Most of the night produces listless action: an undersized striper here, a spiny dogfish there, until about two in the morning when we are inundated by a school of stripers that over the course of two hours bring us close to our take limit, but not close enough for the captain to take us home. Our bait is hacked at by the alarming frenzies of schools of bluefish. I am rebaiting my rods after one school when the captain’s rod at the stern starboard quarter bends down with the force of its having snagged a whale, a sub, or the corner of tectonic plate-shift in progress. He rushes over to his rod to loosen the drag its drag before the line breaks or the rod snaps.
Jesus, look at that!
His girlfriend and I lift our gear from the water while he works his fish. Now, like nurses around a surgeon, we attend to his gear needs as they ensue. First a crack appears in his reel, lifting up the stamped stainless steel tabs which clamp the reel to the rod. He decides the repair requires bailing wire and leader, which we fetch from the wheelhouse, unwrap and hand to him in pieces, each of which he wraps around the rel and cinches down with a pliers around the base of the reel until it is reinforced with a matrix of tape and wire as thick as a cast.
On the depthfinder screen squirms and rolls and nearly doubles back on itself a vivid red streak. This mark represents the fish, the electronic signature sent to the screen by the transducer in the hull. This twirling, sinking, rising squib is the fish’s electronic echo.
The mark is livid: a twisting, blunt clot of color on the screen the captain is able to haul up to forty-foot depth hash before it wavers and twists back down to eighty feet again. The sheer stolidity of what he has caught is spooky. A hooked a bluefin tuna that big is likely to weigh far more than the rating of the line he’s rigged with, 80 pounds. The dips to eighty feet deep are the tuna’s sounding surges, its rises to forty feet the limit to which the captain is able to winch-coax the fish towards the surface. This fish will have to be played a long time before it tires and begins what’s called the death spiral, or the circular swimming pattern, below the surface, which indicates that a tuna has reached exhaustion and which the captain will have to pull against as carefully as if is trying to unbolt from a cement floor an rusted machine screw bigger and heavier than he is. I go down below for the gaff, its crook big as a sheepherder’s. One of us will have to plunge its point into the tuna to secure the fish while the other tries to pull the tuna’s tail over the rail and lassos it with Â½” non-stretch rope. The captain’s girlfriend hands me the line for it. I tie a slip knot into one end and wait for the fish to come to the surface.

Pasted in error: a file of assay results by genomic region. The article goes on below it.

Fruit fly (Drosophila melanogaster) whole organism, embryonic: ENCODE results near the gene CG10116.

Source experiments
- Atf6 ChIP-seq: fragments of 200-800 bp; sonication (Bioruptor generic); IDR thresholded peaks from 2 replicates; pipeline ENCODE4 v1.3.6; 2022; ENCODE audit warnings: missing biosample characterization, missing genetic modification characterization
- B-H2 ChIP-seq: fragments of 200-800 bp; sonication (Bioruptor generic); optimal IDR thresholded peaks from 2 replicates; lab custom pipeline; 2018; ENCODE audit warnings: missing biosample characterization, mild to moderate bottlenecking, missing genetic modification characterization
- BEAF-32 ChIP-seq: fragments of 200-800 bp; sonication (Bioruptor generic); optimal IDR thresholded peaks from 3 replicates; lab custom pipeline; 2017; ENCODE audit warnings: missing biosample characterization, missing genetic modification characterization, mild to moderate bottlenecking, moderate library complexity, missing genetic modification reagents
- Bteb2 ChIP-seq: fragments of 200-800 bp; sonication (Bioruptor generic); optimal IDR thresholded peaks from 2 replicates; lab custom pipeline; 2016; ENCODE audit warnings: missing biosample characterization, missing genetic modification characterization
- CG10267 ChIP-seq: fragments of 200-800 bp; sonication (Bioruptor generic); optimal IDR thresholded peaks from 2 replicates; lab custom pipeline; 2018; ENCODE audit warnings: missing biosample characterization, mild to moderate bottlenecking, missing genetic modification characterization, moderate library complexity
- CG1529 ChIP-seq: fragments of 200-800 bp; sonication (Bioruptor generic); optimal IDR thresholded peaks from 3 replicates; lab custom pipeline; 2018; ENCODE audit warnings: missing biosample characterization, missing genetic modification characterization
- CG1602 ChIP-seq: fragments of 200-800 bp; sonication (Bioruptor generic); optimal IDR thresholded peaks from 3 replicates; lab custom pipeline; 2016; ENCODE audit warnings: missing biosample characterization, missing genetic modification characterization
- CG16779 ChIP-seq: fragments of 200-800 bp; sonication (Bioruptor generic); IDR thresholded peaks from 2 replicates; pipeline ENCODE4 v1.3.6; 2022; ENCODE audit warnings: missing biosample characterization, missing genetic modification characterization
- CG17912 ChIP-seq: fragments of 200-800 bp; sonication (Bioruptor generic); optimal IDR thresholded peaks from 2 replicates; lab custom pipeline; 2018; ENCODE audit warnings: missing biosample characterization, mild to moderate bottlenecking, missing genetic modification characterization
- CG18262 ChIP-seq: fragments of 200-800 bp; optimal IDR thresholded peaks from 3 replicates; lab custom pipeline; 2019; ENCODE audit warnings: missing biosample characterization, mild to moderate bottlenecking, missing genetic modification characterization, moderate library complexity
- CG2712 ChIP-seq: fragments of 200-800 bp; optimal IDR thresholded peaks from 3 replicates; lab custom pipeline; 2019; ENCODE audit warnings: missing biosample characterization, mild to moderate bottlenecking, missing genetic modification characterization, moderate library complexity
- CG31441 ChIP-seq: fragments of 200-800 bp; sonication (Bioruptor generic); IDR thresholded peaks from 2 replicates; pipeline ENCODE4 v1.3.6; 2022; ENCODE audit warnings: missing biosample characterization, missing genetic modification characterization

The captain works the fish until the anticipation of its being an enormous fish we will have to haul on board achieves a strange, monotonal tedium. If this is, indeed, a blue tuna, I decide as I stand at the rail with the lasso, I will fish again on this boat. The uniqueness to me of the bluefin fishery will be compensation enough for to spend time with these two, even if I have nothing in common with them other than a vested interest in the cash the fish will bring us from a broker.